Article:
George III, the king who lost his North American empire to the American Revolution, has always had a bad press in the United States. The show-stopping portrayal of George as at once a comic and sinister character in Lin-Manuel Miranda’s Hamilton: An American Musical, is perhaps the most memorable recent slander of America’s last king. But that is just one among many such libels, writes Andrew Roberts, the celebrated British historian and author of well-received biographies of Churchill and Napoleon. In The Last King of America: The Misunderstood Reign of George III, he laments that hardly a day passes without some publication in the United States holding up George III as a “power-mad little petty tyrant” who should be both hated and feared.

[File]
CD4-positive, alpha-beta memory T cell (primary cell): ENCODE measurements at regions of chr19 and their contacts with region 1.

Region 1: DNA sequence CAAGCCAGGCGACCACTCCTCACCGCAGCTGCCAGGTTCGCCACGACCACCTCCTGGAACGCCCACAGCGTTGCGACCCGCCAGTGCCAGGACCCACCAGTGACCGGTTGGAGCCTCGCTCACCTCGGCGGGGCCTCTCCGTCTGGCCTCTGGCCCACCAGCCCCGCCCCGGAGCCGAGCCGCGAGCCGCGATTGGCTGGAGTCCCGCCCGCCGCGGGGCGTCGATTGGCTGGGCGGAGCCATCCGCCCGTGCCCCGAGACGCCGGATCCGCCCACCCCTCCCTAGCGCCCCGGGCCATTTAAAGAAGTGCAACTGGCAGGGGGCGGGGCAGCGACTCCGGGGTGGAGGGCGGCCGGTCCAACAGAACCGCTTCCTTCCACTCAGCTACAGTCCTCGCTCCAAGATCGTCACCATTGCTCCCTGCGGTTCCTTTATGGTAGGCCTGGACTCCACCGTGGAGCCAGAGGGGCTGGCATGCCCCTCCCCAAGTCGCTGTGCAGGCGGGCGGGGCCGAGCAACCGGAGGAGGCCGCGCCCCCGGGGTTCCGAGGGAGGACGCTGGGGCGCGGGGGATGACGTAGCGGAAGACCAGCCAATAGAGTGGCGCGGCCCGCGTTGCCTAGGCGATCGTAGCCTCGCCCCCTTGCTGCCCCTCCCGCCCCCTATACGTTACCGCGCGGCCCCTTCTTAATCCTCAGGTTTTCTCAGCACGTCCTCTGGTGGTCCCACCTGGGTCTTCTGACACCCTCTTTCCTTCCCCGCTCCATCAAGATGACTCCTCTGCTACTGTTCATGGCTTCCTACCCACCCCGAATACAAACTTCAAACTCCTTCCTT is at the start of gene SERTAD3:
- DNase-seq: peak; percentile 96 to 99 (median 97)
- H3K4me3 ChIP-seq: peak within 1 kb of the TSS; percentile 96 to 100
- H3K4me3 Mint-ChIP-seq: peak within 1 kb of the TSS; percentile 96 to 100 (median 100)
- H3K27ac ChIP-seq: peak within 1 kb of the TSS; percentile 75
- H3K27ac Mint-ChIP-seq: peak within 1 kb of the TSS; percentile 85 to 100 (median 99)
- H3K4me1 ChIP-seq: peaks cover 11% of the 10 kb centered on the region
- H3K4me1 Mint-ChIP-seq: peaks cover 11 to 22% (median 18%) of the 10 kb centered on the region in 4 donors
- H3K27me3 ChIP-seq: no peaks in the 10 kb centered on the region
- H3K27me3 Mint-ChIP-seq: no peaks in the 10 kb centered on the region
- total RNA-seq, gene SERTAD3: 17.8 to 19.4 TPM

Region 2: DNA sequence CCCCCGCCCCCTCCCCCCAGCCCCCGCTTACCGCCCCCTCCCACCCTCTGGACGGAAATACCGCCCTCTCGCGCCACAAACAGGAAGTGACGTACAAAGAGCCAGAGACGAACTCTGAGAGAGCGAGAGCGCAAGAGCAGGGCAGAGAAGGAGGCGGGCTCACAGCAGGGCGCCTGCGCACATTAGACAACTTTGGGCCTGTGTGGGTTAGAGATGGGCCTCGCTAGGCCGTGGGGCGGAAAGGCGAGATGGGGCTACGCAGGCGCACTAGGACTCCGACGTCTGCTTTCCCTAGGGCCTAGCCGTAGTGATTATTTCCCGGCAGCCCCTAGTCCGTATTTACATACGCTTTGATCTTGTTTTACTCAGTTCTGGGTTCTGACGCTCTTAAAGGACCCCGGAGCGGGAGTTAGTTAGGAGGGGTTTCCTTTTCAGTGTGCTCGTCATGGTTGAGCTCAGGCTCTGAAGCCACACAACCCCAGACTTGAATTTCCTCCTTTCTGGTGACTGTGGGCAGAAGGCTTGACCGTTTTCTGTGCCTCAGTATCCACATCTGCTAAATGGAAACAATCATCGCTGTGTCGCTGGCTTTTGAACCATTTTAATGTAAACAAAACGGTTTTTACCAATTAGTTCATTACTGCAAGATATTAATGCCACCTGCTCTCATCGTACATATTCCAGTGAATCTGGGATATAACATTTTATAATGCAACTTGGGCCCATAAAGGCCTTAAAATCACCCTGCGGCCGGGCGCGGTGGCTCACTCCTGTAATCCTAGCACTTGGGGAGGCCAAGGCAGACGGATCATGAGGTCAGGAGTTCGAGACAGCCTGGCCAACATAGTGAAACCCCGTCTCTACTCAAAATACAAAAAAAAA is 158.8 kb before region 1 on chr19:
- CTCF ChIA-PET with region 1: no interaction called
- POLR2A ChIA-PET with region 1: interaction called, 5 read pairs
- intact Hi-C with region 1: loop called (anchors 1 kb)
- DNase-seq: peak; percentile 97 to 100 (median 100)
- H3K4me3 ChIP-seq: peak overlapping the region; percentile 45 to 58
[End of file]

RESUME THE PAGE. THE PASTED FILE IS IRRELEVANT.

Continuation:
The many caricatures and censures of King George in the American press are popular legacies of the Declaration of Independence, which condemned him as “a Prince, whose character is thus marked by every act which may define a Tyrant,” and someone “unfit to be the ruler of a free people.” They do not, however, represent modern scholarly opinion. Ever since the 20th-century studies by Sir Lewis Namier and his followers, most scholars ceased believing that George was an ignorant fool bent on subverting the constitution to become an arbitrary Stuart-like ruler. Deciding to ignore this scholarly opinion,

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